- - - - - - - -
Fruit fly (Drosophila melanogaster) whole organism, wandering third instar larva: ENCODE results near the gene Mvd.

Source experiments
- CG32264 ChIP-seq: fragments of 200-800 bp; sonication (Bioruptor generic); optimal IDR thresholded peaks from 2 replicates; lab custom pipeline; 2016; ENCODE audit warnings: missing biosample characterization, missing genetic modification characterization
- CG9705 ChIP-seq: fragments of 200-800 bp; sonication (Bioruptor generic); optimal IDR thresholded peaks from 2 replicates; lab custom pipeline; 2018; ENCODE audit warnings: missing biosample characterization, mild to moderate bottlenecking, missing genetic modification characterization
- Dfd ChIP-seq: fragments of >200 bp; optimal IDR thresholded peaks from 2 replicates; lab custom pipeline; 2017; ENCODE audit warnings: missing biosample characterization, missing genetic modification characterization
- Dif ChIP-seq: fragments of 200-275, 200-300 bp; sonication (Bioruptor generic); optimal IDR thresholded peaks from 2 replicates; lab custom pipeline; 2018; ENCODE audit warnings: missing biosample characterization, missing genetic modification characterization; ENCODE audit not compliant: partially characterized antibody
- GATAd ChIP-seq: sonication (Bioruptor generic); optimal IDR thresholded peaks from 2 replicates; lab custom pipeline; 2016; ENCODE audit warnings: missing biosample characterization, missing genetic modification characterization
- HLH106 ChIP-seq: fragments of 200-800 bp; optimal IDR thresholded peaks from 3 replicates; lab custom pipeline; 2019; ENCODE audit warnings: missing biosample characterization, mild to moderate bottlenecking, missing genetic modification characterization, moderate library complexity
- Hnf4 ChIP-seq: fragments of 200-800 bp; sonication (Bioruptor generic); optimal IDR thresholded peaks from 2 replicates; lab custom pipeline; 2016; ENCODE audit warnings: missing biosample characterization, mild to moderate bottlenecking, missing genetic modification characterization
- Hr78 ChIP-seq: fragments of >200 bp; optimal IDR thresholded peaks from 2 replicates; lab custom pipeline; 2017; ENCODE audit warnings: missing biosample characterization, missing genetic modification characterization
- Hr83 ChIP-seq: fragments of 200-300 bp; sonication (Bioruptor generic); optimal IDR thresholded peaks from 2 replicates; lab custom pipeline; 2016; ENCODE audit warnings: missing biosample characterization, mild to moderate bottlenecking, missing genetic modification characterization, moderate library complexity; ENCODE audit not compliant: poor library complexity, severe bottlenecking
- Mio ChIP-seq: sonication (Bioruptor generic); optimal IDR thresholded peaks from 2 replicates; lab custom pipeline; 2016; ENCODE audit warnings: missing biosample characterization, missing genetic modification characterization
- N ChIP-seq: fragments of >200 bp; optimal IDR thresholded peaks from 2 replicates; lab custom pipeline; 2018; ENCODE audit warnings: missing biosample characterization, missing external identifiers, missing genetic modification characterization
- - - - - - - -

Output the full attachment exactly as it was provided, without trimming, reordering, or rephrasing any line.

Fruit fly (Drosophila melanogaster) whole organism, wandering third instar larva: ENCODE results near the gene Mvd.

Source experiments
- CG32264 ChIP-seq: fragments of 200-800 bp; sonication (Bioruptor generic); optimal IDR thresholded peaks from 2 replicates; lab custom pipeline; 2016; ENCODE audit warnings: missing biosample characterization, missing genetic modification characterization
- CG9705 ChIP-seq: fragments of 200-800 bp; sonication (Bioruptor generic); optimal IDR thresholded peaks from 2 replicates; lab custom pipeline; 2018; ENCODE audit warnings: missing biosample characterization, mild to moderate bottlenecking, missing genetic modification characterization
- Dfd ChIP-seq: fragments of >200 bp; optimal IDR thresholded peaks from 2 replicates; lab custom pipeline; 2017; ENCODE audit warnings: missing biosample characterization, missing genetic modification characterization
- Dif ChIP-seq: fragments of 200-275, 200-300 bp; sonication (Bioruptor generic); optimal IDR thresholded peaks from 2 replicates; lab custom pipeline; 2018; ENCODE audit warnings: missing biosample characterization, missing genetic modification characterization; ENCODE audit not compliant: partially characterized antibody
- GATAd ChIP-seq: sonication (Bioruptor generic); optimal IDR thresholded peaks from 2 replicates; lab custom pipeline; 2016; ENCODE audit warnings: missing biosample characterization, missing genetic modification characterization
- HLH106 ChIP-seq: fragments of 200-800 bp; optimal IDR thresholded peaks from 3 replicates; lab custom pipeline; 2019; ENCODE audit warnings: missing biosample characterization, mild to moderate bottlenecking, missing genetic modification characterization, moderate library complexity
- Hnf4 ChIP-seq: fragments of 200-800 bp; sonication (Bioruptor generic); optimal IDR thresholded peaks from 2 replicates; lab custom pipeline; 2016; ENCODE audit warnings: missing biosample characterization, mild to moderate bottlenecking, missing genetic modification characterization
- Hr78 ChIP-seq: fragments of >200 bp; optimal IDR thresholded peaks from 2 replicates; lab custom pipeline; 2017; ENCODE audit warnings: missing biosample characterization, missing genetic modification characterization
- Hr83 ChIP-seq: fragments of 200-300 bp; sonication (Bioruptor generic); optimal IDR thresholded peaks from 2 replicates; lab custom pipeline; 2016; ENCODE audit warnings: missing biosample characterization, mild to moderate bottlenecking, missing genetic modification characterization, moderate library complexity; ENCODE audit not compliant: poor library complexity, severe bottlenecking
- Mio ChIP-seq: sonication (Bioruptor generic); optimal IDR thresholded peaks from 2 replicates; lab custom pipeline; 2016; ENCODE audit warnings: missing biosample characterization, missing genetic modification characterization
- N ChIP-seq: fragments of >200 bp; optimal IDR thresholded peaks from 2 replicates; lab custom pipeline; 2018; ENCODE audit warnings: missing biosample characterization, missing external identifiers, missing genetic modification characterization